An Africa United on Trade Faces U.S.’s One-on-One Tactics
The good news is that the U.S. doesn’t seem to make the often loathed assumption that Africa is one big country. The less good news is that its trade relations with the continent’s 55 states could become increasingly fragmented.
On his first trip to Africa as secretary of State this week, Michael Pompeo focused on business ties as he met with officials in Senegal, Angola and Ethiopia. President Donald Trump “loves deals” and “wants more to happen between the U.S. and nations all across Africa,” Pompeo said in Addis Ababa.
That came two weeks after Washington announced that it intended to start talks for a free-trade deal with Kenya. The only other such pact is with Morocco.
But on the same trip, Pompeo took a swipe at South Africa, the continent’s most-industrial economy and currently the U.S.’s biggest trading partner in the region. He said the plans of the country’s ruling party to allow land expropriation would be disastrous and described the policy proposal as an example of central planning that has failed in other African states like Zimbabwe.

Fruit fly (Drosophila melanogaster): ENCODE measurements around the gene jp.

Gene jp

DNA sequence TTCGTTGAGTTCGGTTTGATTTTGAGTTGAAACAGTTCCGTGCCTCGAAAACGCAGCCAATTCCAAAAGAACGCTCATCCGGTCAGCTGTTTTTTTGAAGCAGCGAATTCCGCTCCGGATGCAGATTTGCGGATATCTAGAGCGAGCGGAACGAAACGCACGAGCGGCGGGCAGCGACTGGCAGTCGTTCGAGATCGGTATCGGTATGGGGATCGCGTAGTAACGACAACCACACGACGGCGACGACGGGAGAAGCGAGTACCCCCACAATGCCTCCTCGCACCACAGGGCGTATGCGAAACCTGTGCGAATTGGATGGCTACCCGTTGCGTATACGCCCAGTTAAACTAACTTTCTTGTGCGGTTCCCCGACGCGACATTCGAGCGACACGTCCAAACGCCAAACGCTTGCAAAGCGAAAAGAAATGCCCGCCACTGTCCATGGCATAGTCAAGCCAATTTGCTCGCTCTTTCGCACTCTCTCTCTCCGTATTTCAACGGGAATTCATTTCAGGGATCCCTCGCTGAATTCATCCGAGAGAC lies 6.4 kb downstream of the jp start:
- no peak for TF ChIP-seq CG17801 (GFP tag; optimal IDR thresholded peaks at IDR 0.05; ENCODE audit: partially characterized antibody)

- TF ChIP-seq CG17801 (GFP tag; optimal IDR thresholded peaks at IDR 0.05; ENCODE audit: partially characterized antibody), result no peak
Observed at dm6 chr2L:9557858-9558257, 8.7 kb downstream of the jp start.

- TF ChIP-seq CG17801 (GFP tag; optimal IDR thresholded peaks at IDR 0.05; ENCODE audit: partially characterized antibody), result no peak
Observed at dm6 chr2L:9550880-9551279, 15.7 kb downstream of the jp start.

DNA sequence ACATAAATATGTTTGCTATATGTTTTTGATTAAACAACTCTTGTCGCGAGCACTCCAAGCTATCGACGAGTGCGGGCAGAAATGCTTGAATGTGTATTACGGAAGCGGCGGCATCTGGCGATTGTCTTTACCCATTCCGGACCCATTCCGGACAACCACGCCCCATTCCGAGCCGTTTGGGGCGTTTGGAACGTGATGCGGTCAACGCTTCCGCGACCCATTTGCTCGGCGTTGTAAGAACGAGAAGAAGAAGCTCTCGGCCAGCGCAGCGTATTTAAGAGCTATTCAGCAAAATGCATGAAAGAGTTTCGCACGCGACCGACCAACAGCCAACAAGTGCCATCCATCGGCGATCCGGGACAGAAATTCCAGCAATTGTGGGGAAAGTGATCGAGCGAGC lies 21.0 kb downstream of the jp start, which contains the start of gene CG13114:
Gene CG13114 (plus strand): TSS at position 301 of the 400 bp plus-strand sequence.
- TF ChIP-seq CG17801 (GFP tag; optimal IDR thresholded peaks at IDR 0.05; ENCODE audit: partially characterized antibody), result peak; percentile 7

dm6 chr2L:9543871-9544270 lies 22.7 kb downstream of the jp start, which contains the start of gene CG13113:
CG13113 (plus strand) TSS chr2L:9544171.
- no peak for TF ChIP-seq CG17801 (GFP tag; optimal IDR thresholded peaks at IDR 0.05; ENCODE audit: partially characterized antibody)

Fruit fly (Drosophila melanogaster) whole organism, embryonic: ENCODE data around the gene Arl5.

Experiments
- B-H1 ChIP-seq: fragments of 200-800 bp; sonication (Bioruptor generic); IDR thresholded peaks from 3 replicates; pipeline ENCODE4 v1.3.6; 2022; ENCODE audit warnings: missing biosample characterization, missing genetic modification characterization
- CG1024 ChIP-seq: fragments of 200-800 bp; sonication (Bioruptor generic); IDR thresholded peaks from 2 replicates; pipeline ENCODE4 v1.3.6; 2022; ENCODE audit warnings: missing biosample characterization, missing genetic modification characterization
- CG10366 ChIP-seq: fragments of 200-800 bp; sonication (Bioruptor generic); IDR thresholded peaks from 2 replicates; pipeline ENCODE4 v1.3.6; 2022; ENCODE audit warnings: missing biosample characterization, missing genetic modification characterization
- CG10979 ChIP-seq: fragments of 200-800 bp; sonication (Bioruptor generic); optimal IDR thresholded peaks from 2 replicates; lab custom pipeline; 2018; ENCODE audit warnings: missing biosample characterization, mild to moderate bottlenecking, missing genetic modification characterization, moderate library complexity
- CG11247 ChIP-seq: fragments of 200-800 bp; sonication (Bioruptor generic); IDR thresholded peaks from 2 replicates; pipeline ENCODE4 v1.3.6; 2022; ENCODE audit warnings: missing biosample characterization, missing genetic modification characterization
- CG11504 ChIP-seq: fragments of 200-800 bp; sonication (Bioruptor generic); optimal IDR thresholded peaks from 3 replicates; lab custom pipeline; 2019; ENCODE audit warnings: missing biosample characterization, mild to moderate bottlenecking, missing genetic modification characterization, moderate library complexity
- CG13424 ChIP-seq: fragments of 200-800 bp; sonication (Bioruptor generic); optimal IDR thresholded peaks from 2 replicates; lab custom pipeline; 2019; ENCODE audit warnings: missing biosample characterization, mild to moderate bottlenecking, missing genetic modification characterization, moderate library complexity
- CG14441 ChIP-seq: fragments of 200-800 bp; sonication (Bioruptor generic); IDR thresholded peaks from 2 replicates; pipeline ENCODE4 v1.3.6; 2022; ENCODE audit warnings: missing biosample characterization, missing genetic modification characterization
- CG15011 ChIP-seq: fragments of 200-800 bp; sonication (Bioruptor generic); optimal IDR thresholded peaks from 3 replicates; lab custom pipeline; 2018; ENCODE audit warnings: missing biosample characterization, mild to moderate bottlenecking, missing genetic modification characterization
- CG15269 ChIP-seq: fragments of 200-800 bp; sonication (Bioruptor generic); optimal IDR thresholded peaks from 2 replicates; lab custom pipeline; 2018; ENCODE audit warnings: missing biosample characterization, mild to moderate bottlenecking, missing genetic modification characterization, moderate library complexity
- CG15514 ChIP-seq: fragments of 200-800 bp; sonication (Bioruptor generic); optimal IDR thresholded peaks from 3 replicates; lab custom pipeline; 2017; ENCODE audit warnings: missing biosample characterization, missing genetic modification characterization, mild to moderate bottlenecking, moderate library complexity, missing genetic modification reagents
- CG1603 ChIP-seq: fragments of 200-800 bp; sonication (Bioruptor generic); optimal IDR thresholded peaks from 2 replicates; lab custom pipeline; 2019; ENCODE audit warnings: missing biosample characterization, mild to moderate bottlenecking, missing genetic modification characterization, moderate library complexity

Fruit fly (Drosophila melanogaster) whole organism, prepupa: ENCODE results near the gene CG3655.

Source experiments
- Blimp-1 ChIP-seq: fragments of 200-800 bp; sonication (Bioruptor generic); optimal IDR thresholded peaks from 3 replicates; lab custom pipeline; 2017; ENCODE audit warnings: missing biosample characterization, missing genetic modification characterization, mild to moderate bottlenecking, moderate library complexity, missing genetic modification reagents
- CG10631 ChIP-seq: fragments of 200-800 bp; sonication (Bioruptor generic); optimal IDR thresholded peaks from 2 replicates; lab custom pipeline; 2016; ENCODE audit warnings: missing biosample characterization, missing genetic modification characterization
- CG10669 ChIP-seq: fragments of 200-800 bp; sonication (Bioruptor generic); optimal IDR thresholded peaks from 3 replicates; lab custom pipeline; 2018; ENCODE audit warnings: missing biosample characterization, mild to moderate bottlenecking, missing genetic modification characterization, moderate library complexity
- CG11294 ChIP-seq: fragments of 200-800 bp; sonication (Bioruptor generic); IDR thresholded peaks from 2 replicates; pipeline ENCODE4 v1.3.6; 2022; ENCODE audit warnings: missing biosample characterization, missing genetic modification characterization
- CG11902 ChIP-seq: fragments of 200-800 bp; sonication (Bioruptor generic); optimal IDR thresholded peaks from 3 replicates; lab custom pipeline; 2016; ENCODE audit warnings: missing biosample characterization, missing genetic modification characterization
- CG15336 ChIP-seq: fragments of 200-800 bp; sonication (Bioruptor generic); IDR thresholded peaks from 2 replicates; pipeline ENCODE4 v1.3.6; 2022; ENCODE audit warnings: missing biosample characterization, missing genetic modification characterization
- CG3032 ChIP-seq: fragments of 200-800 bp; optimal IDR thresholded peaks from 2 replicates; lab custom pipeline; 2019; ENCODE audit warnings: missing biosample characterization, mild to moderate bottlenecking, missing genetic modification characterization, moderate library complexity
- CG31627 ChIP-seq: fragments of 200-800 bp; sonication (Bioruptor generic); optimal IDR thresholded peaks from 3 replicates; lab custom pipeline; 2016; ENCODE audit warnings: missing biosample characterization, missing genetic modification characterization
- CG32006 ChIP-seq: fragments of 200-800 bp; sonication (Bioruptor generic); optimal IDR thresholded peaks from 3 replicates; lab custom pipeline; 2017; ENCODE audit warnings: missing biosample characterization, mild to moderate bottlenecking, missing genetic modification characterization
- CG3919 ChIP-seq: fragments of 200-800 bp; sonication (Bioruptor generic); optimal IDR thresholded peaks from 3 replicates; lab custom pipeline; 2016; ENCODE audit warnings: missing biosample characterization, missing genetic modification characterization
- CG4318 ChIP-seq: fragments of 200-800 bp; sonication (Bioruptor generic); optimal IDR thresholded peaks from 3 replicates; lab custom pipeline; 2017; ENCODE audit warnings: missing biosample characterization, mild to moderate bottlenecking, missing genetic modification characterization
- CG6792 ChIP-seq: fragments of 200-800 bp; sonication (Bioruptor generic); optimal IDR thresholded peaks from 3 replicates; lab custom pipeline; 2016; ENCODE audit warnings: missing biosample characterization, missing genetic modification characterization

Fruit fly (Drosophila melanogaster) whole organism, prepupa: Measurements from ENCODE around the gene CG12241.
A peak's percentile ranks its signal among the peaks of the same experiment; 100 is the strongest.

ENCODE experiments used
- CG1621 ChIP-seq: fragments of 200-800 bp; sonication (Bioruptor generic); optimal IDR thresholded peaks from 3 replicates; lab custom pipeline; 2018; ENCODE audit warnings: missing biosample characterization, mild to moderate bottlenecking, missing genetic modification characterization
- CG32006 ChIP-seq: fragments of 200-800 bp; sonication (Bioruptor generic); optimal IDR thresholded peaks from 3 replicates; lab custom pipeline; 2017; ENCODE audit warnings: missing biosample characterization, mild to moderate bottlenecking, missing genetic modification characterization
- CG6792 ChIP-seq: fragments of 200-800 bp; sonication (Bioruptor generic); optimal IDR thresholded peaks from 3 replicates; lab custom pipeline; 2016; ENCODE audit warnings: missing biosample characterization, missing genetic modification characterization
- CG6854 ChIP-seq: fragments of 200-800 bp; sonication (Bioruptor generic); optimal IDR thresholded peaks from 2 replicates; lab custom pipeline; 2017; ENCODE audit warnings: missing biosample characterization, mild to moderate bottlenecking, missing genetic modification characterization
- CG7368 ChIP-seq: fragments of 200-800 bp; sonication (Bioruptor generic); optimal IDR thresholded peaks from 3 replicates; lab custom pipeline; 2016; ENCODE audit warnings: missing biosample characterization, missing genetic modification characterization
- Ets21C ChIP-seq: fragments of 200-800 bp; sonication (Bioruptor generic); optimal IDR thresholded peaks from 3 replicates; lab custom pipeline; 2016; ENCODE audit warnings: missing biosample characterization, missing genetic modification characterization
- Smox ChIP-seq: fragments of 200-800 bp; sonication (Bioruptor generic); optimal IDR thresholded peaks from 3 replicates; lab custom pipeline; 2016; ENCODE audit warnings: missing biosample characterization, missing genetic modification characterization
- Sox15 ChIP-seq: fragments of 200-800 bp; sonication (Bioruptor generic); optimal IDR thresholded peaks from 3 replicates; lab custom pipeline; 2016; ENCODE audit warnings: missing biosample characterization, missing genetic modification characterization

Trade relations between the U.S. and African nations will come under increased scrutiny between now and 2025. That’s when the African Growth & Opportunity Act, which provides sub-Saharan African countries duty-free access for about 6,500 products to America, expires.
The Trump administration doesn’t favor renewing it and wants the planned Kenyan deal to be a model for other arrangements with individual countries.
But there’s an all-for-one, one-for-all pull in the opposite direction, with the African Continental Free Trade Agreement that’s been signed by all but one of the countries recognized by the African Union. A deal between the U.S. and Kenya could undermine this continent-wide commerce pact and limit Africa’s power to negotiate, according to the secretary-general of the United Nations Conference on Trade and Development, Mukhisa Kituyi.
“Kenya should not provide cracks in the armor of those who have pushed for further collective engagement,” Kituyi said in a joint statement this month with Erastus Mwencha, the former head of the Common Market for Eastern and Southern Africa. “There is strength in numbers.”
Charting the Trade War
The unprecedented gyrations caused by the coronavirus have hit the shipping business because 90% of all trade moves by sea and China has grown into the maritime industry’s main source of cargoes. The disruptions have left toy makers like Hasbro and fashion houses like the owner of Michael Kors, Versace and Jimmy Choo struggling with their supply chains. Vessels are idling. And exporters to China face diversions as clients there use force majeure clauses in their contracts to walk away from commitments to buy cargoes.
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